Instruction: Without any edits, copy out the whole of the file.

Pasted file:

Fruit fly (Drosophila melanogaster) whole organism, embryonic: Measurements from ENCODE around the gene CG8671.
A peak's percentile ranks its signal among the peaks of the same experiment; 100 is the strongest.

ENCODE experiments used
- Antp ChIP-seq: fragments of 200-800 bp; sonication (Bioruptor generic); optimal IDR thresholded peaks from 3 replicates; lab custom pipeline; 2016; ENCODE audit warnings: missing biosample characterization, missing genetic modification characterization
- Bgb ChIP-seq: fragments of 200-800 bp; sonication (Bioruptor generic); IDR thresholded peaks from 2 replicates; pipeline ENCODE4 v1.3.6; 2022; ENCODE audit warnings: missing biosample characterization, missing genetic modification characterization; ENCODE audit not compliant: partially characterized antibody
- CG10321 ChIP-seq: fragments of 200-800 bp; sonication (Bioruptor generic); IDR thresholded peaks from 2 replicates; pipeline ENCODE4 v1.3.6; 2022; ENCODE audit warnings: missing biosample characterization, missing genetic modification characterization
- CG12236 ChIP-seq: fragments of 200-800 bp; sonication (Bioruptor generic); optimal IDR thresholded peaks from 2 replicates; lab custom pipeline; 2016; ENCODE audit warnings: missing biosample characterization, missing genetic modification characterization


Fruit fly (Drosophila melanogaster) whole organism, embryonic: Measurements from ENCODE around the gene CG8671.
A peak's percentile ranks its signal among the peaks of the same experiment; 100 is the strongest.

ENCODE experiments used
- Antp ChIP-seq: fragments of 200-800 bp; sonication (Bioruptor generic); optimal IDR thresholded peaks from 3 replicates; lab custom pipeline; 2016; ENCODE audit warnings: missing biosample characterization, missing genetic modification characterization
- Bgb ChIP-seq: fragments of 200-800 bp; sonication (Bioruptor generic); IDR thresholded peaks from 2 replicates; pipeline ENCODE4 v1.3.6; 2022; ENCODE audit warnings: missing biosample characterization, missing genetic modification characterization; ENCODE audit not compliant: partially characterized antibody
- CG10321 ChIP-seq: fragments of 200-800 bp; sonication (Bioruptor generic); IDR thresholded peaks from 2 replicates; pipeline ENCODE4 v1.3.6; 2022; ENCODE audit warnings: missing biosample characterization, missing genetic modification characterization
- CG12236 ChIP-seq: fragments of 200-800 bp; sonication (Bioruptor generic); optimal IDR thresholded peaks from 2 replicates; lab custom pipeline; 2016; ENCODE audit warnings: missing biosample characterization, missing genetic modification characterization